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Third Sunday after Pentecost

Readings – I Samuel 8: 4-20, 11: 14-15; Psalm 138; II Corinthians 4: 13-5:1; Mark 3: 20-35

Last week we learned of Eli, priest of the temple in Shechem, whose sons had abandoned faithful living.  This week we learn of his successor, Samuel, as the text states, “your sons do not follow in your ways”.  So, the people cry out to Samuel, give us a king!  As in Aesop’s fables, they are about “to jump from the frying pan and into the fire”.  They wish to escape from a rough situation only to jump into one that proves in the long run to be worse. 

According to Samuel the prophet, the Lord God shares with them the following:

a king will take “your sons and appoint them to his chariots”,
a king will take “your daughters to be perfumers and cooks and bakers”,
a king will take “one tenth of your grain, and vineyards and olive orchards”,
and a king will take “one tenth of your flocks and you shall be his slaves”.

Take! Take! Take! This the way of kings, of dictators, of autocrats, and this description has not changed much.  Still, the people of ancient Israel cried out for a king…so that they may be like other nations”. 

Three chapters later, following the weaving together episodes of warrior Saul’s victories, Samuel anointed Saul as the first king of Israel.  And he took, he took, and he took, and then he was followed by King David, King Solomon, and others.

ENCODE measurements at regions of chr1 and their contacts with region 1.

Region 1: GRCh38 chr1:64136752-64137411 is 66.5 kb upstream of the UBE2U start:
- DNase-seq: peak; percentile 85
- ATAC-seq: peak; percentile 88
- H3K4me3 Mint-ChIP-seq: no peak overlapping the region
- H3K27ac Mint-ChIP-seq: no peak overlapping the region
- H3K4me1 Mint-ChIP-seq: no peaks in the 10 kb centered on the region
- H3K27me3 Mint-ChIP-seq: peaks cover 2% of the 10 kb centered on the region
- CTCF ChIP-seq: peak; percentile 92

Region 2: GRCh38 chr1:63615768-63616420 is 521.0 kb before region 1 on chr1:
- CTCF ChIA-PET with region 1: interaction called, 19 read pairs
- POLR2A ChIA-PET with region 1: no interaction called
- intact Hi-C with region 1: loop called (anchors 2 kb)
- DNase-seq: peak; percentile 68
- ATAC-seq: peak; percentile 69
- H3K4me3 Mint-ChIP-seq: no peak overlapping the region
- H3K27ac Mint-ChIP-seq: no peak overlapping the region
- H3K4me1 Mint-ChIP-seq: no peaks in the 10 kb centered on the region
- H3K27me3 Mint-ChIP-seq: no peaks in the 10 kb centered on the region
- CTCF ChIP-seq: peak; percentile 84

Take, Take, Take is counter to the God we have come to know through much of scripture, and especially through the servant leadership of Jesus. 

The Psalmist wrote of God’s love and faithfulness.  138: 2

The Psalmist wrote of God caring for the lowly.  138: 7

St. Paul’s second letter to the Corinthians notes how God raises up and renews. 

We know our God is a giving God; our God is a generous God.  As we read in John 3:16, God so loved the world that he gave us Jesus.  And Jesus lived life giving, not taking.  Jesus gave to the undeserving.  Jesus gave to the rejected.  Jesus gave to the sick.  Jesus gave to those who had not earned love.  Jesus gave to friend and foe alike. 

So, we have quite the contrast, quite the divergent paths, set before us in scripture, and in our daily living.  Yes, we continue to be a “house divided” with takers and with givers. 

Are we takers with closed fists that beat others away, like the kings of ancient times?  Or are we givers like the one who hung on the cross?  Are we open handed toward all? 

Today we gather to honor, we gather to praise, we gather to pledge ourselves anew to follow the one who have his “last full measure” so that we might live as he lived—with open hands, with open arms, generous, self-giving and ready to love and embrace all. 

The people of ancient Israel in the time of Samuel made a choice, they chose to be like the other nations and they chose to be led by a taker. 

We, the people, have that same choice always before us.  Do we pledge our lives to taking, to accumulating sheep, goats, vineyards, grain, cattle, donkeys and flocks?

Or do we pledge our lives to the one who offers us his body, the bread of heaven, who offers us his blood, the cup of salvation given for us?

And he invites us to do the same, to do the same.

Amen

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